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Arcade style slot machines

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People playing an arcade game at Centro Federal de Educação Tecnológica de Minas Gerais, Brazil. A video game arcade cabinet, also known as a video arcade machine or video coin-op, is the housing within which a video arcade game’s hardware resides.

Most cabinets designed since the mid-1980s conform to the JAMMA wiring standard. Some include additional connectors for features not included in the standard. A monitor, on which the game is displayed.

They may display either raster or vector graphics, raster being most common. Standard resolution is between 262.

Slower refresh rates allow for better vertical resolution. Monitors may be oriented horizontally or vertically, depending on the game. Some games use more than one monitor.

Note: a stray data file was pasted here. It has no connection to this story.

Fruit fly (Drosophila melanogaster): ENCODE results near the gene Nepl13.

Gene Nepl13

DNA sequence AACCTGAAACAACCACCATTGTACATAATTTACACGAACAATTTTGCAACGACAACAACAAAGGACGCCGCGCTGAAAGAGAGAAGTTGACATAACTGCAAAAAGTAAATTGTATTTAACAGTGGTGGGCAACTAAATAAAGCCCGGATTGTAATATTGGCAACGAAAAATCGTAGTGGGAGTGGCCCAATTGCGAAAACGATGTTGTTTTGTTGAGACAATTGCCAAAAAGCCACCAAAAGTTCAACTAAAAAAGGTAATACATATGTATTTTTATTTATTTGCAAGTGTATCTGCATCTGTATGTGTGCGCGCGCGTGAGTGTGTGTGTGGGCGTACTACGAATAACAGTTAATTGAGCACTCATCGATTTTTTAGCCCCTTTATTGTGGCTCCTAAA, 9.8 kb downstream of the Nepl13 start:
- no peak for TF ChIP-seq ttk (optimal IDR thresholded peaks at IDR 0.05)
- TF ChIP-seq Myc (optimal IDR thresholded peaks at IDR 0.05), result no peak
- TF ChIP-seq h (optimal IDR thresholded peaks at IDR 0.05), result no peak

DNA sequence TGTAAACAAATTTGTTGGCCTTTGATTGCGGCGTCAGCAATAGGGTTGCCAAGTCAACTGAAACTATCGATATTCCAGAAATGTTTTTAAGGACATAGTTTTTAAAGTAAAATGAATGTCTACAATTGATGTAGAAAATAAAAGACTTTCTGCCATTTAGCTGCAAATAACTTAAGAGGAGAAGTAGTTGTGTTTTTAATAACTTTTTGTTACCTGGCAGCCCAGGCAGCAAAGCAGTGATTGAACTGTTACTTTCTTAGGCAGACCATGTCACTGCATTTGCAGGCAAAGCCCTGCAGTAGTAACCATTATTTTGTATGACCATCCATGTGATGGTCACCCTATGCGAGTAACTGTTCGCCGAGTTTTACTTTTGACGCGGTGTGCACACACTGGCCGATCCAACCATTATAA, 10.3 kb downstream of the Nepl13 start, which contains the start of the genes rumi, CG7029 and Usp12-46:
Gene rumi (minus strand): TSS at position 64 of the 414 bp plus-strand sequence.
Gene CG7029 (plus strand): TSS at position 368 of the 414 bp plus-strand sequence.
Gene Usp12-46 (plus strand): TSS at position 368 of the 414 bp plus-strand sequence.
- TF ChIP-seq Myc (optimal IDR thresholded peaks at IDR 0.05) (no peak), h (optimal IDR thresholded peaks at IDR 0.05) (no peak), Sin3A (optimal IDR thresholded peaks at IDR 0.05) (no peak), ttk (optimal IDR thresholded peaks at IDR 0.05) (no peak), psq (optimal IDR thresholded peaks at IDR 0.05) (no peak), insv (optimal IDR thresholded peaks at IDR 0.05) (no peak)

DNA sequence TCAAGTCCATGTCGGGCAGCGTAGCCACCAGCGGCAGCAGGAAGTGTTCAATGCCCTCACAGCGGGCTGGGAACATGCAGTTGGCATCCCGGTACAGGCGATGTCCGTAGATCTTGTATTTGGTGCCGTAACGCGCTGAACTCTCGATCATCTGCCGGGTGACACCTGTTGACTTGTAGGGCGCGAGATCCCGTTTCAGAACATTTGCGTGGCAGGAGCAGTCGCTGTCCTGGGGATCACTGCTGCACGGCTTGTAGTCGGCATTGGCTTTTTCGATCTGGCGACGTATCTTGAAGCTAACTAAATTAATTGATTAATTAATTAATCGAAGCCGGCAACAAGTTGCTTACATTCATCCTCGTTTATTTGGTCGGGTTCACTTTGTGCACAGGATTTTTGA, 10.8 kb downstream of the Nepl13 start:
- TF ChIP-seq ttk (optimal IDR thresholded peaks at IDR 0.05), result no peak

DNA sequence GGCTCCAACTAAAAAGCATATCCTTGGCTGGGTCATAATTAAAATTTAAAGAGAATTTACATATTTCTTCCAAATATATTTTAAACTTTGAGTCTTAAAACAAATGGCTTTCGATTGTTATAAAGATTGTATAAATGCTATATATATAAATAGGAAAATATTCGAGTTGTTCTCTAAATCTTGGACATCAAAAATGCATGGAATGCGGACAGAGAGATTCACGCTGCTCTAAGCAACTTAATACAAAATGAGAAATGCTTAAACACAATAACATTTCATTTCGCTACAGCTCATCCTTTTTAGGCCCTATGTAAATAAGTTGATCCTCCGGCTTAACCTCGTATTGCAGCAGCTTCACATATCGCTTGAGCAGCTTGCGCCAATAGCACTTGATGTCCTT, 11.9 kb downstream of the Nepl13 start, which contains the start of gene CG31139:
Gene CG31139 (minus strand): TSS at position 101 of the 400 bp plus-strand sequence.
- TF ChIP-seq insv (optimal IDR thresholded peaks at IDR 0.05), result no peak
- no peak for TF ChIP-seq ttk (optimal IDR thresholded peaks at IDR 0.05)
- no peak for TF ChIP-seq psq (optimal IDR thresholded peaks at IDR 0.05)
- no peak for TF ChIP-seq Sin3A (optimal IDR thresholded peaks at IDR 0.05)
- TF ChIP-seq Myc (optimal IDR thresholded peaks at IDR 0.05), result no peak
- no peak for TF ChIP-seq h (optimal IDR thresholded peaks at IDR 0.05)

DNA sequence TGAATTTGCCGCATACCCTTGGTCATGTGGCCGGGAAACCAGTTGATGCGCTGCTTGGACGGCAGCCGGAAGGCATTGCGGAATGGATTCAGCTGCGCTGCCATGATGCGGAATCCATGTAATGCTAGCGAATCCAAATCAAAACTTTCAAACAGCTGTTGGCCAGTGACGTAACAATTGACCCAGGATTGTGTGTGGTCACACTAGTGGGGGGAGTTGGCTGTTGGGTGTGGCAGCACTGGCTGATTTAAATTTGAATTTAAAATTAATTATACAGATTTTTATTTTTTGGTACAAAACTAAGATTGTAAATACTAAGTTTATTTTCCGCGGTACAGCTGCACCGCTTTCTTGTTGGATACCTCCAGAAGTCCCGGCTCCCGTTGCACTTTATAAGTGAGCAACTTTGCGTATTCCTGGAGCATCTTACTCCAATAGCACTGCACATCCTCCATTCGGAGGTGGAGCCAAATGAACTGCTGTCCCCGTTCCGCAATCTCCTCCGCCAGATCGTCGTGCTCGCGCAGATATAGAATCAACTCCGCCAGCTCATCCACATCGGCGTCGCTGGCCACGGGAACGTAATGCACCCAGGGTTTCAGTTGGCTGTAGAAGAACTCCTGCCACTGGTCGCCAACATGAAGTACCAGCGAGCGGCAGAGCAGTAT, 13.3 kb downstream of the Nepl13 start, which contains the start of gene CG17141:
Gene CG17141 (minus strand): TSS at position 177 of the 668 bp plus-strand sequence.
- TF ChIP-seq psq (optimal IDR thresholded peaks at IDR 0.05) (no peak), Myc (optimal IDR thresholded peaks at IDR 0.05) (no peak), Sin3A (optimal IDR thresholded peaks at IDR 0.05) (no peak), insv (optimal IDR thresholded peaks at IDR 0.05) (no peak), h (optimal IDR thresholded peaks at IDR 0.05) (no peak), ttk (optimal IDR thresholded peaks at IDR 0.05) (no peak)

Some newer cabinets have monitors that can display high-definition video. Some systems, such as the SNK Neo-Geo MVS, use a main board with game carts. Some main boards may hold multiple game carts as well.

A power supply to provide DC power to the arcade system boards and low voltage lighting for the coin slots and lighted buttons. A marquee, a sign above the monitor displaying the game’s title.

They are often brightly colored and backlit. A bezel, which is the border around the monitor. It may contain instructions or artwork. A control panel, a level surface near the monitor, upon which the game’s controls are arranged.

Control panels sometimes have playing instructions. Players often pile their coins or tokens on the control panels of upright and cocktail cabinets.